To me, grace means knowing we always fall short, we are never good enough, we will always make mistakes—but that doesn’t make us bad or unworthy. God loves us as we are. While he may sometimes be disappointed in the ways we treat each other or ourselves, he’ll never turn his back on us. We accept God’s grace not as an excuse to do what we want, but to be at peace with ourselves when we fall short. We extend that grace not to enable others, but to show we still love them and will work together in striving for the best we can be.

I’m a Lutheran, born and raised. Attending church every Sunday has been part of my life. Even as a teenager attending boarding school hundreds of miles away from my parents and as a young adult starting my independent life, I found a Lutheran church to attend. I gladly worship in other churches when I live in a community without a Lutheran church. But, just as my heart is filled when I’m immersed in my Inupiaq heritage, I also feel a greater peace when worshiping through the familiar structure and doctrine of my Lutheran upbringing. Qinuinaa Atanipta taimuŋa (the peace of the Lord be with you always).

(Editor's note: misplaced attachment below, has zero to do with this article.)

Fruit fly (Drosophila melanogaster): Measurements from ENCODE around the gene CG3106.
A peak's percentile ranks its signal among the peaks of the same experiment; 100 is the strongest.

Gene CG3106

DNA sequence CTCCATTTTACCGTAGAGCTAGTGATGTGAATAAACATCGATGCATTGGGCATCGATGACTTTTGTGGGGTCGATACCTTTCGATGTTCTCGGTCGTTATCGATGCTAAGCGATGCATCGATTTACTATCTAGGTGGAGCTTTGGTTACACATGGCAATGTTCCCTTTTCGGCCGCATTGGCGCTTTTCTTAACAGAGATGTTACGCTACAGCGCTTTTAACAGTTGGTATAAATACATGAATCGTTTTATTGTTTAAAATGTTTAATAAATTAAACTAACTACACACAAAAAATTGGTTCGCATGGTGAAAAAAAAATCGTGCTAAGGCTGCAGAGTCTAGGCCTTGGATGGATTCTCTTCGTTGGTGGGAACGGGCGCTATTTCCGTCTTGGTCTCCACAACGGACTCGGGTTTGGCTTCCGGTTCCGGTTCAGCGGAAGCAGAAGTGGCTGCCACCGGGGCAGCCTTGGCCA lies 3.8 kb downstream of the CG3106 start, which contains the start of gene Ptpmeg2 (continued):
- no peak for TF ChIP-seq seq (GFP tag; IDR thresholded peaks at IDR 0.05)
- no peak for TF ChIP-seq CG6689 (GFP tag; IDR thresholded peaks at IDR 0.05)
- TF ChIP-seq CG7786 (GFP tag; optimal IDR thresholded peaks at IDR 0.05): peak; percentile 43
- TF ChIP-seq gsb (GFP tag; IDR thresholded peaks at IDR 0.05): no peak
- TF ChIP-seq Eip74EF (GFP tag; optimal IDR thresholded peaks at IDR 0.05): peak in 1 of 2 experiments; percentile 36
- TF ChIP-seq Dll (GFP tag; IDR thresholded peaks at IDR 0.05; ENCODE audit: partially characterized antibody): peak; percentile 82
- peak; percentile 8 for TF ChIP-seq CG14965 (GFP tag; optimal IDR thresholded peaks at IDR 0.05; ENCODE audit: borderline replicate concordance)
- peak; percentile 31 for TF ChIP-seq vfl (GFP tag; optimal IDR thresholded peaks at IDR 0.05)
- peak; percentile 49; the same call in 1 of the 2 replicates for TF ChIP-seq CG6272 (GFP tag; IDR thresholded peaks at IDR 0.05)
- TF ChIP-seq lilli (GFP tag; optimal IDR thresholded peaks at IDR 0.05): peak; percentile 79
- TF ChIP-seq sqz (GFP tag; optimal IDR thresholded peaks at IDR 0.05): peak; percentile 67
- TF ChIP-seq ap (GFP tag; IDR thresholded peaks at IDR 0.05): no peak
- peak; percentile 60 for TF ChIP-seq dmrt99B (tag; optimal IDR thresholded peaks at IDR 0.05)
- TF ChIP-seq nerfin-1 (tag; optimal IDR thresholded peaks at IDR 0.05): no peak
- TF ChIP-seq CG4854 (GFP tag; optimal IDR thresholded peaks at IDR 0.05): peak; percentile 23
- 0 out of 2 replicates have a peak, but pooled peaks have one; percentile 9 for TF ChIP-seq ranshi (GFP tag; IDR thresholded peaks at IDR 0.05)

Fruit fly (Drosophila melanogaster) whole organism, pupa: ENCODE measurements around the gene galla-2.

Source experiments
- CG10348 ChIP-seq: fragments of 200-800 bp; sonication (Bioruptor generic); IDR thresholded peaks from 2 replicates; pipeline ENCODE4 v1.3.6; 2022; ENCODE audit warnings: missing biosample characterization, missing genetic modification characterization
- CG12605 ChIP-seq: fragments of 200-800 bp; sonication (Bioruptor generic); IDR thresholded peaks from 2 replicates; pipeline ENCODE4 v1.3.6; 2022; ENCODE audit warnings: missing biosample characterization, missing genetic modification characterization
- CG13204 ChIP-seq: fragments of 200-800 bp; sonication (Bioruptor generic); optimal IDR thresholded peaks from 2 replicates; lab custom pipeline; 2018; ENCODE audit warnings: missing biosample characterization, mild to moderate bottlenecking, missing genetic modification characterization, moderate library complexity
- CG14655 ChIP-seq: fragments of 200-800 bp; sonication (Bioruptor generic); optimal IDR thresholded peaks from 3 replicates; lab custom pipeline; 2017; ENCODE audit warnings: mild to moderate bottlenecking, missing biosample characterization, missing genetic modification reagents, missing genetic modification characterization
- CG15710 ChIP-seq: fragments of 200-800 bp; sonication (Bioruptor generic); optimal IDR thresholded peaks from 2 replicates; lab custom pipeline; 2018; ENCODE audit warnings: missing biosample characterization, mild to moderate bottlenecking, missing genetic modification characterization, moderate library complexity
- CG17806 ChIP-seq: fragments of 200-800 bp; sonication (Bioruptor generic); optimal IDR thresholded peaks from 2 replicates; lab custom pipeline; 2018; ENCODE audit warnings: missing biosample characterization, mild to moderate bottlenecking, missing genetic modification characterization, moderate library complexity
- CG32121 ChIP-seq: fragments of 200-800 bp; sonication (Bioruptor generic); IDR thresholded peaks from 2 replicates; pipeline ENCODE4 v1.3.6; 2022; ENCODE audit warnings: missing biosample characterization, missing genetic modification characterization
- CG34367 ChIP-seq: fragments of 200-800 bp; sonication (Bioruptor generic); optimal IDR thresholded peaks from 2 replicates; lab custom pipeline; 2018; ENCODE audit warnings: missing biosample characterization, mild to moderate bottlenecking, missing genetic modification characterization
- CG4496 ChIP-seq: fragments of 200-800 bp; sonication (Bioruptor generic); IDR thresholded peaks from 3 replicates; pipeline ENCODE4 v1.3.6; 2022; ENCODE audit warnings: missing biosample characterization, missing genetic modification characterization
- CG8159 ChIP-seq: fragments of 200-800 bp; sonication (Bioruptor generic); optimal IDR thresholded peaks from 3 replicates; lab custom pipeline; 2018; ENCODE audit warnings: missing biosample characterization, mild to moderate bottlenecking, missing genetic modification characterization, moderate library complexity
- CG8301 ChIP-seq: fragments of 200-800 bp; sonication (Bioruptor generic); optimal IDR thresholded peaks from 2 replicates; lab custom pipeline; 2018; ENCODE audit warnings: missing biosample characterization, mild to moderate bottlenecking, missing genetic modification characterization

I share my faith through songs and music, mostly, and also by regularly attending church and participating in the services. When there are opportunities for sharing a testimony or a song, I do. When there is hardship in the community, particularly when a community member dies, I share a hymn and some words.